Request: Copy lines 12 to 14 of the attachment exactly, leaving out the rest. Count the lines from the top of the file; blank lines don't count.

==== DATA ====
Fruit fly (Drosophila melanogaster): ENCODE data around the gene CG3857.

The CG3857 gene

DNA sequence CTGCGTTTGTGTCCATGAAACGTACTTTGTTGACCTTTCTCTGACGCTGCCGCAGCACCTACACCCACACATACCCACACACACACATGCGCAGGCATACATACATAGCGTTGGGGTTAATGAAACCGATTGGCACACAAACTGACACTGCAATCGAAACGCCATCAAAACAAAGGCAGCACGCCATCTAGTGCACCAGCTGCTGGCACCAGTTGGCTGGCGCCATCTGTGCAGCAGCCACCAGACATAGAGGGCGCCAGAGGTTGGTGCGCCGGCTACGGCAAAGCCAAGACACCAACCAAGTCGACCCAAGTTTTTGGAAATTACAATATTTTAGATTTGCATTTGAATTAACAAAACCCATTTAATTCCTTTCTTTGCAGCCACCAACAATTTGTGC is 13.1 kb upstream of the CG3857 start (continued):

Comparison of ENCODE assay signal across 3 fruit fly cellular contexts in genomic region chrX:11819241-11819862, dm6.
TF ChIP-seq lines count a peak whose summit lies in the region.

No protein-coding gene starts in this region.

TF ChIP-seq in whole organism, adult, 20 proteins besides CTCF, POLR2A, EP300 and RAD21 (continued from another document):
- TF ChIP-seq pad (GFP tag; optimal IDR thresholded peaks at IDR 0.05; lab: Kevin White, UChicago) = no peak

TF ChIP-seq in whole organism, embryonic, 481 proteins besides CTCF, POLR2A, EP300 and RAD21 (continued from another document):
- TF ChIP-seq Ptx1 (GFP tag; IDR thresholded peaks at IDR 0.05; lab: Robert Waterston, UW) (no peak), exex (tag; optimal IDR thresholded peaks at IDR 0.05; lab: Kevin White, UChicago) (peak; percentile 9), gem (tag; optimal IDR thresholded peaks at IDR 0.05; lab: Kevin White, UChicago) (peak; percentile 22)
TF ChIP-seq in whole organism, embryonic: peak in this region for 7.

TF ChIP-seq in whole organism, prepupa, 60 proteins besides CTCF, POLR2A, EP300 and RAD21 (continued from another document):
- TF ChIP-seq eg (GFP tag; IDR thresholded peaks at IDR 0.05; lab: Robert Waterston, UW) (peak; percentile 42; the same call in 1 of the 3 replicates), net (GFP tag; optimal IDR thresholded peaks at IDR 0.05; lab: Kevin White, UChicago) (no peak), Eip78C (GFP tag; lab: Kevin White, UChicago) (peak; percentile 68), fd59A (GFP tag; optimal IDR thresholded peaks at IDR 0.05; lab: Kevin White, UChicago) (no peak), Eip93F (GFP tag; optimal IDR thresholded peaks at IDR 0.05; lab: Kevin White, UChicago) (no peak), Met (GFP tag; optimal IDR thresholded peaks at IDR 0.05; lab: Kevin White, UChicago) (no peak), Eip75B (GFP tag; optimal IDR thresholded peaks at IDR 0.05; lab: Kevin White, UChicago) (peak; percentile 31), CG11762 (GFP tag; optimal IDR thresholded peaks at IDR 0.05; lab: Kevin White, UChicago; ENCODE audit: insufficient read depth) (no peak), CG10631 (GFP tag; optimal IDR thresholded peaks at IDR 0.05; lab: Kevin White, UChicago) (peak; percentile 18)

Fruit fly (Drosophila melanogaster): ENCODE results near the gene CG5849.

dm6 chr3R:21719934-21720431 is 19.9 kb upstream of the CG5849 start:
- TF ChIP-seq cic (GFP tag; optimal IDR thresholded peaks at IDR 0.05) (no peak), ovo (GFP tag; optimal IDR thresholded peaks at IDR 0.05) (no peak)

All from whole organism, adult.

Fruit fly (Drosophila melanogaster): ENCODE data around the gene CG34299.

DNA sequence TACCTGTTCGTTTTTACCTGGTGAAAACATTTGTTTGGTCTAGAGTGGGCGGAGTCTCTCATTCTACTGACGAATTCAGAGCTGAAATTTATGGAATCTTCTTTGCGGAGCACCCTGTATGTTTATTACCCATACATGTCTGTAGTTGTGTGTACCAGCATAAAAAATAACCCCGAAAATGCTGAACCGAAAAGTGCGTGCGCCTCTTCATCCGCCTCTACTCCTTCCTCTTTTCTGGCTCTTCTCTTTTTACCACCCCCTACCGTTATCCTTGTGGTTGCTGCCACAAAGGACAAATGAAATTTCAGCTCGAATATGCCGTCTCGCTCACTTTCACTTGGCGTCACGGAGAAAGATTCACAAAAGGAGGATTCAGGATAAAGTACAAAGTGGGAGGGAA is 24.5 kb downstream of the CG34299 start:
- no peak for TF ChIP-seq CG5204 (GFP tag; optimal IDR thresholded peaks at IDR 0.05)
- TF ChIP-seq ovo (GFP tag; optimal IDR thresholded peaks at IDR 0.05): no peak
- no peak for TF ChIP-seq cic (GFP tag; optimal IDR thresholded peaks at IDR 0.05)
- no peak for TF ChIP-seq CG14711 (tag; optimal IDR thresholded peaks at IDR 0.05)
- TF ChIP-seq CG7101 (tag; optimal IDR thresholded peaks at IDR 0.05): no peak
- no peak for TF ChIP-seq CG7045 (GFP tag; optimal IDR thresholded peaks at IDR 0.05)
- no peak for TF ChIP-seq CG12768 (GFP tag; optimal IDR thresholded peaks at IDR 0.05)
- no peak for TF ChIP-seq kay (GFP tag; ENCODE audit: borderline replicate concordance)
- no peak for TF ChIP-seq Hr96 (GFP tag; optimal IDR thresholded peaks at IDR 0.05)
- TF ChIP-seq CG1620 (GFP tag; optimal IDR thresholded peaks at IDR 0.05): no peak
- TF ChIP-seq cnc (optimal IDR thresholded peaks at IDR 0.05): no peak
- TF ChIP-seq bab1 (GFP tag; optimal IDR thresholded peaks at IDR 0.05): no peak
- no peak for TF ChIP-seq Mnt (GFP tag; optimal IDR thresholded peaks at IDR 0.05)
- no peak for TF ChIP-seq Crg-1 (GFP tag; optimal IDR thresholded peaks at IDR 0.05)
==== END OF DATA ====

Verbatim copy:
TF ChIP-seq in whole organism, prepupa, 60 proteins besides CTCF, POLR2A, EP300 and RAD21 (continued from another document):
- TF ChIP-seq eg (GFP tag; IDR thresholded peaks at IDR 0.05; lab: Robert Waterston, UW) (peak; percentile 42; the same call in 1 of the 3 replicates), net (GFP tag; optimal IDR thresholded peaks at IDR 0.05; lab: Kevin White, UChicago) (no peak), Eip78C (GFP tag; lab: Kevin White, UChicago) (peak; percentile 68), fd59A (GFP tag; optimal IDR thresholded peaks at IDR 0.05; lab: Kevin White, UChicago) (no peak), Eip93F (GFP tag; optimal IDR thresholded peaks at IDR 0.05; lab: Kevin White, UChicago) (no peak), Met (GFP tag; optimal IDR thresholded peaks at IDR 0.05; lab: Kevin White, UChicago) (no peak), Eip75B (GFP tag; optimal IDR thresholded peaks at IDR 0.05; lab: Kevin White, UChicago) (peak; percentile 31), CG11762 (GFP tag; optimal IDR thresholded peaks at IDR 0.05; lab: Kevin White, UChicago; ENCODE audit: insufficient read depth) (no peak), CG10631 (GFP tag; optimal IDR thresholded peaks at IDR 0.05; lab: Kevin White, UChicago) (peak; percentile 18)

Fruit fly (Drosophila melanogaster): ENCODE results near the gene CG5849.